# Problem of the Week #74 - August 26th, 2013

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#### Chris L T521

##### Well-known member
Staff member
Thanks again to those who participated in last week's POTW! Here's this week's problem!

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Problem
: If $\displaystyle f(x)=\sum_{m=0}^{\infty} c_mx^m$ has positive radius of convergence and $e^{f(x)}= \displaystyle \sum_{n=0}^{\infty} d_n x^n$, show that
$n d_n = \sum_{i=1}^n i c_i d_{n-i},\qquad n\geq 1.$

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Remember to read the POTW submission guidelines to find out how to submit your answers!

#### Chris L T521

##### Well-known member
Staff member
This week's problem was correctly answered by Opalg. You can find his solution below.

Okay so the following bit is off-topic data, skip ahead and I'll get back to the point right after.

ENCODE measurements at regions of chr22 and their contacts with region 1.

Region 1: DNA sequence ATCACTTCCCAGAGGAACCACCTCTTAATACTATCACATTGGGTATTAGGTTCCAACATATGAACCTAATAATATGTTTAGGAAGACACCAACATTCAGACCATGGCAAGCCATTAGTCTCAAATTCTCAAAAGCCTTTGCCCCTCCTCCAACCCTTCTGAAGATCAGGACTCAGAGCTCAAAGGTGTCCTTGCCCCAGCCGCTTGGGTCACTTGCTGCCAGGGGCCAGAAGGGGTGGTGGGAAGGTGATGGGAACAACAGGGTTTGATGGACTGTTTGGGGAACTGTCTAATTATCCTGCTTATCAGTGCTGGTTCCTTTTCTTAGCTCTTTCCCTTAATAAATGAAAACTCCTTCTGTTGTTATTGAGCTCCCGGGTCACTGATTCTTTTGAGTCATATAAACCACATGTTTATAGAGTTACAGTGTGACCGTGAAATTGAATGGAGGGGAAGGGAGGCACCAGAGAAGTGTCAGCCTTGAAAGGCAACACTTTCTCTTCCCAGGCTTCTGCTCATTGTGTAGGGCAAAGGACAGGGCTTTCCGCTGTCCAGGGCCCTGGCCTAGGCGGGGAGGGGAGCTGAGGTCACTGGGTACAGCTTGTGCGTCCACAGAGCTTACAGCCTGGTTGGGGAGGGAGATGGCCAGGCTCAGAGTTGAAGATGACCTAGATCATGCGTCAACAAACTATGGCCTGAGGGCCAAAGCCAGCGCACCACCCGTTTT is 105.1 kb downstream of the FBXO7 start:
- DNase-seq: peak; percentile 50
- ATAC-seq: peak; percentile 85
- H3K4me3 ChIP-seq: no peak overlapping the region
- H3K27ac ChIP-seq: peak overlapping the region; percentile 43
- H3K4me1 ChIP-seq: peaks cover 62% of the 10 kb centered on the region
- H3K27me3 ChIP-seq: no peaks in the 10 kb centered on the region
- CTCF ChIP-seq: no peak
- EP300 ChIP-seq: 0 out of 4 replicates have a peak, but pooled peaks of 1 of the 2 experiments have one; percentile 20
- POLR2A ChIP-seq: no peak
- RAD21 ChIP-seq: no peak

If $$\displaystyle e^{f(x)} =\sum_{n=0}^\infty d_nx^n$$, then (differentiating term by term, which is legitimate within the radius of convergence) $$\sum_{n=1}^\infty nd_nx^{n-1} = f'(x)e^{f(x)} = \sum_{m=1}^\infty mc_mx^{m-1}\sum_{k=0}^\infty d_kx^k.$$ Since all these series are absolutely convergent within the radius of convergence, we can equate the coefficients of $x^{n-1}$ on both sides, using Mertens' theorem, to get $$nd_n = \sum_{\substack{1\leqslant m \leqslant n \\ m+k=n}}mc_md_k = \sum_{m=1}^n mc_md_{n-m}.$$ Those sums only makes sense when $n\geqslant 1$. To find $d_0$ you need to put $x=0$ in the original equation $$\displaystyle e^{f(x)} =\sum_{n=0}^\infty d_nx^n$$, getting $d_0 = e^{c_0}.$

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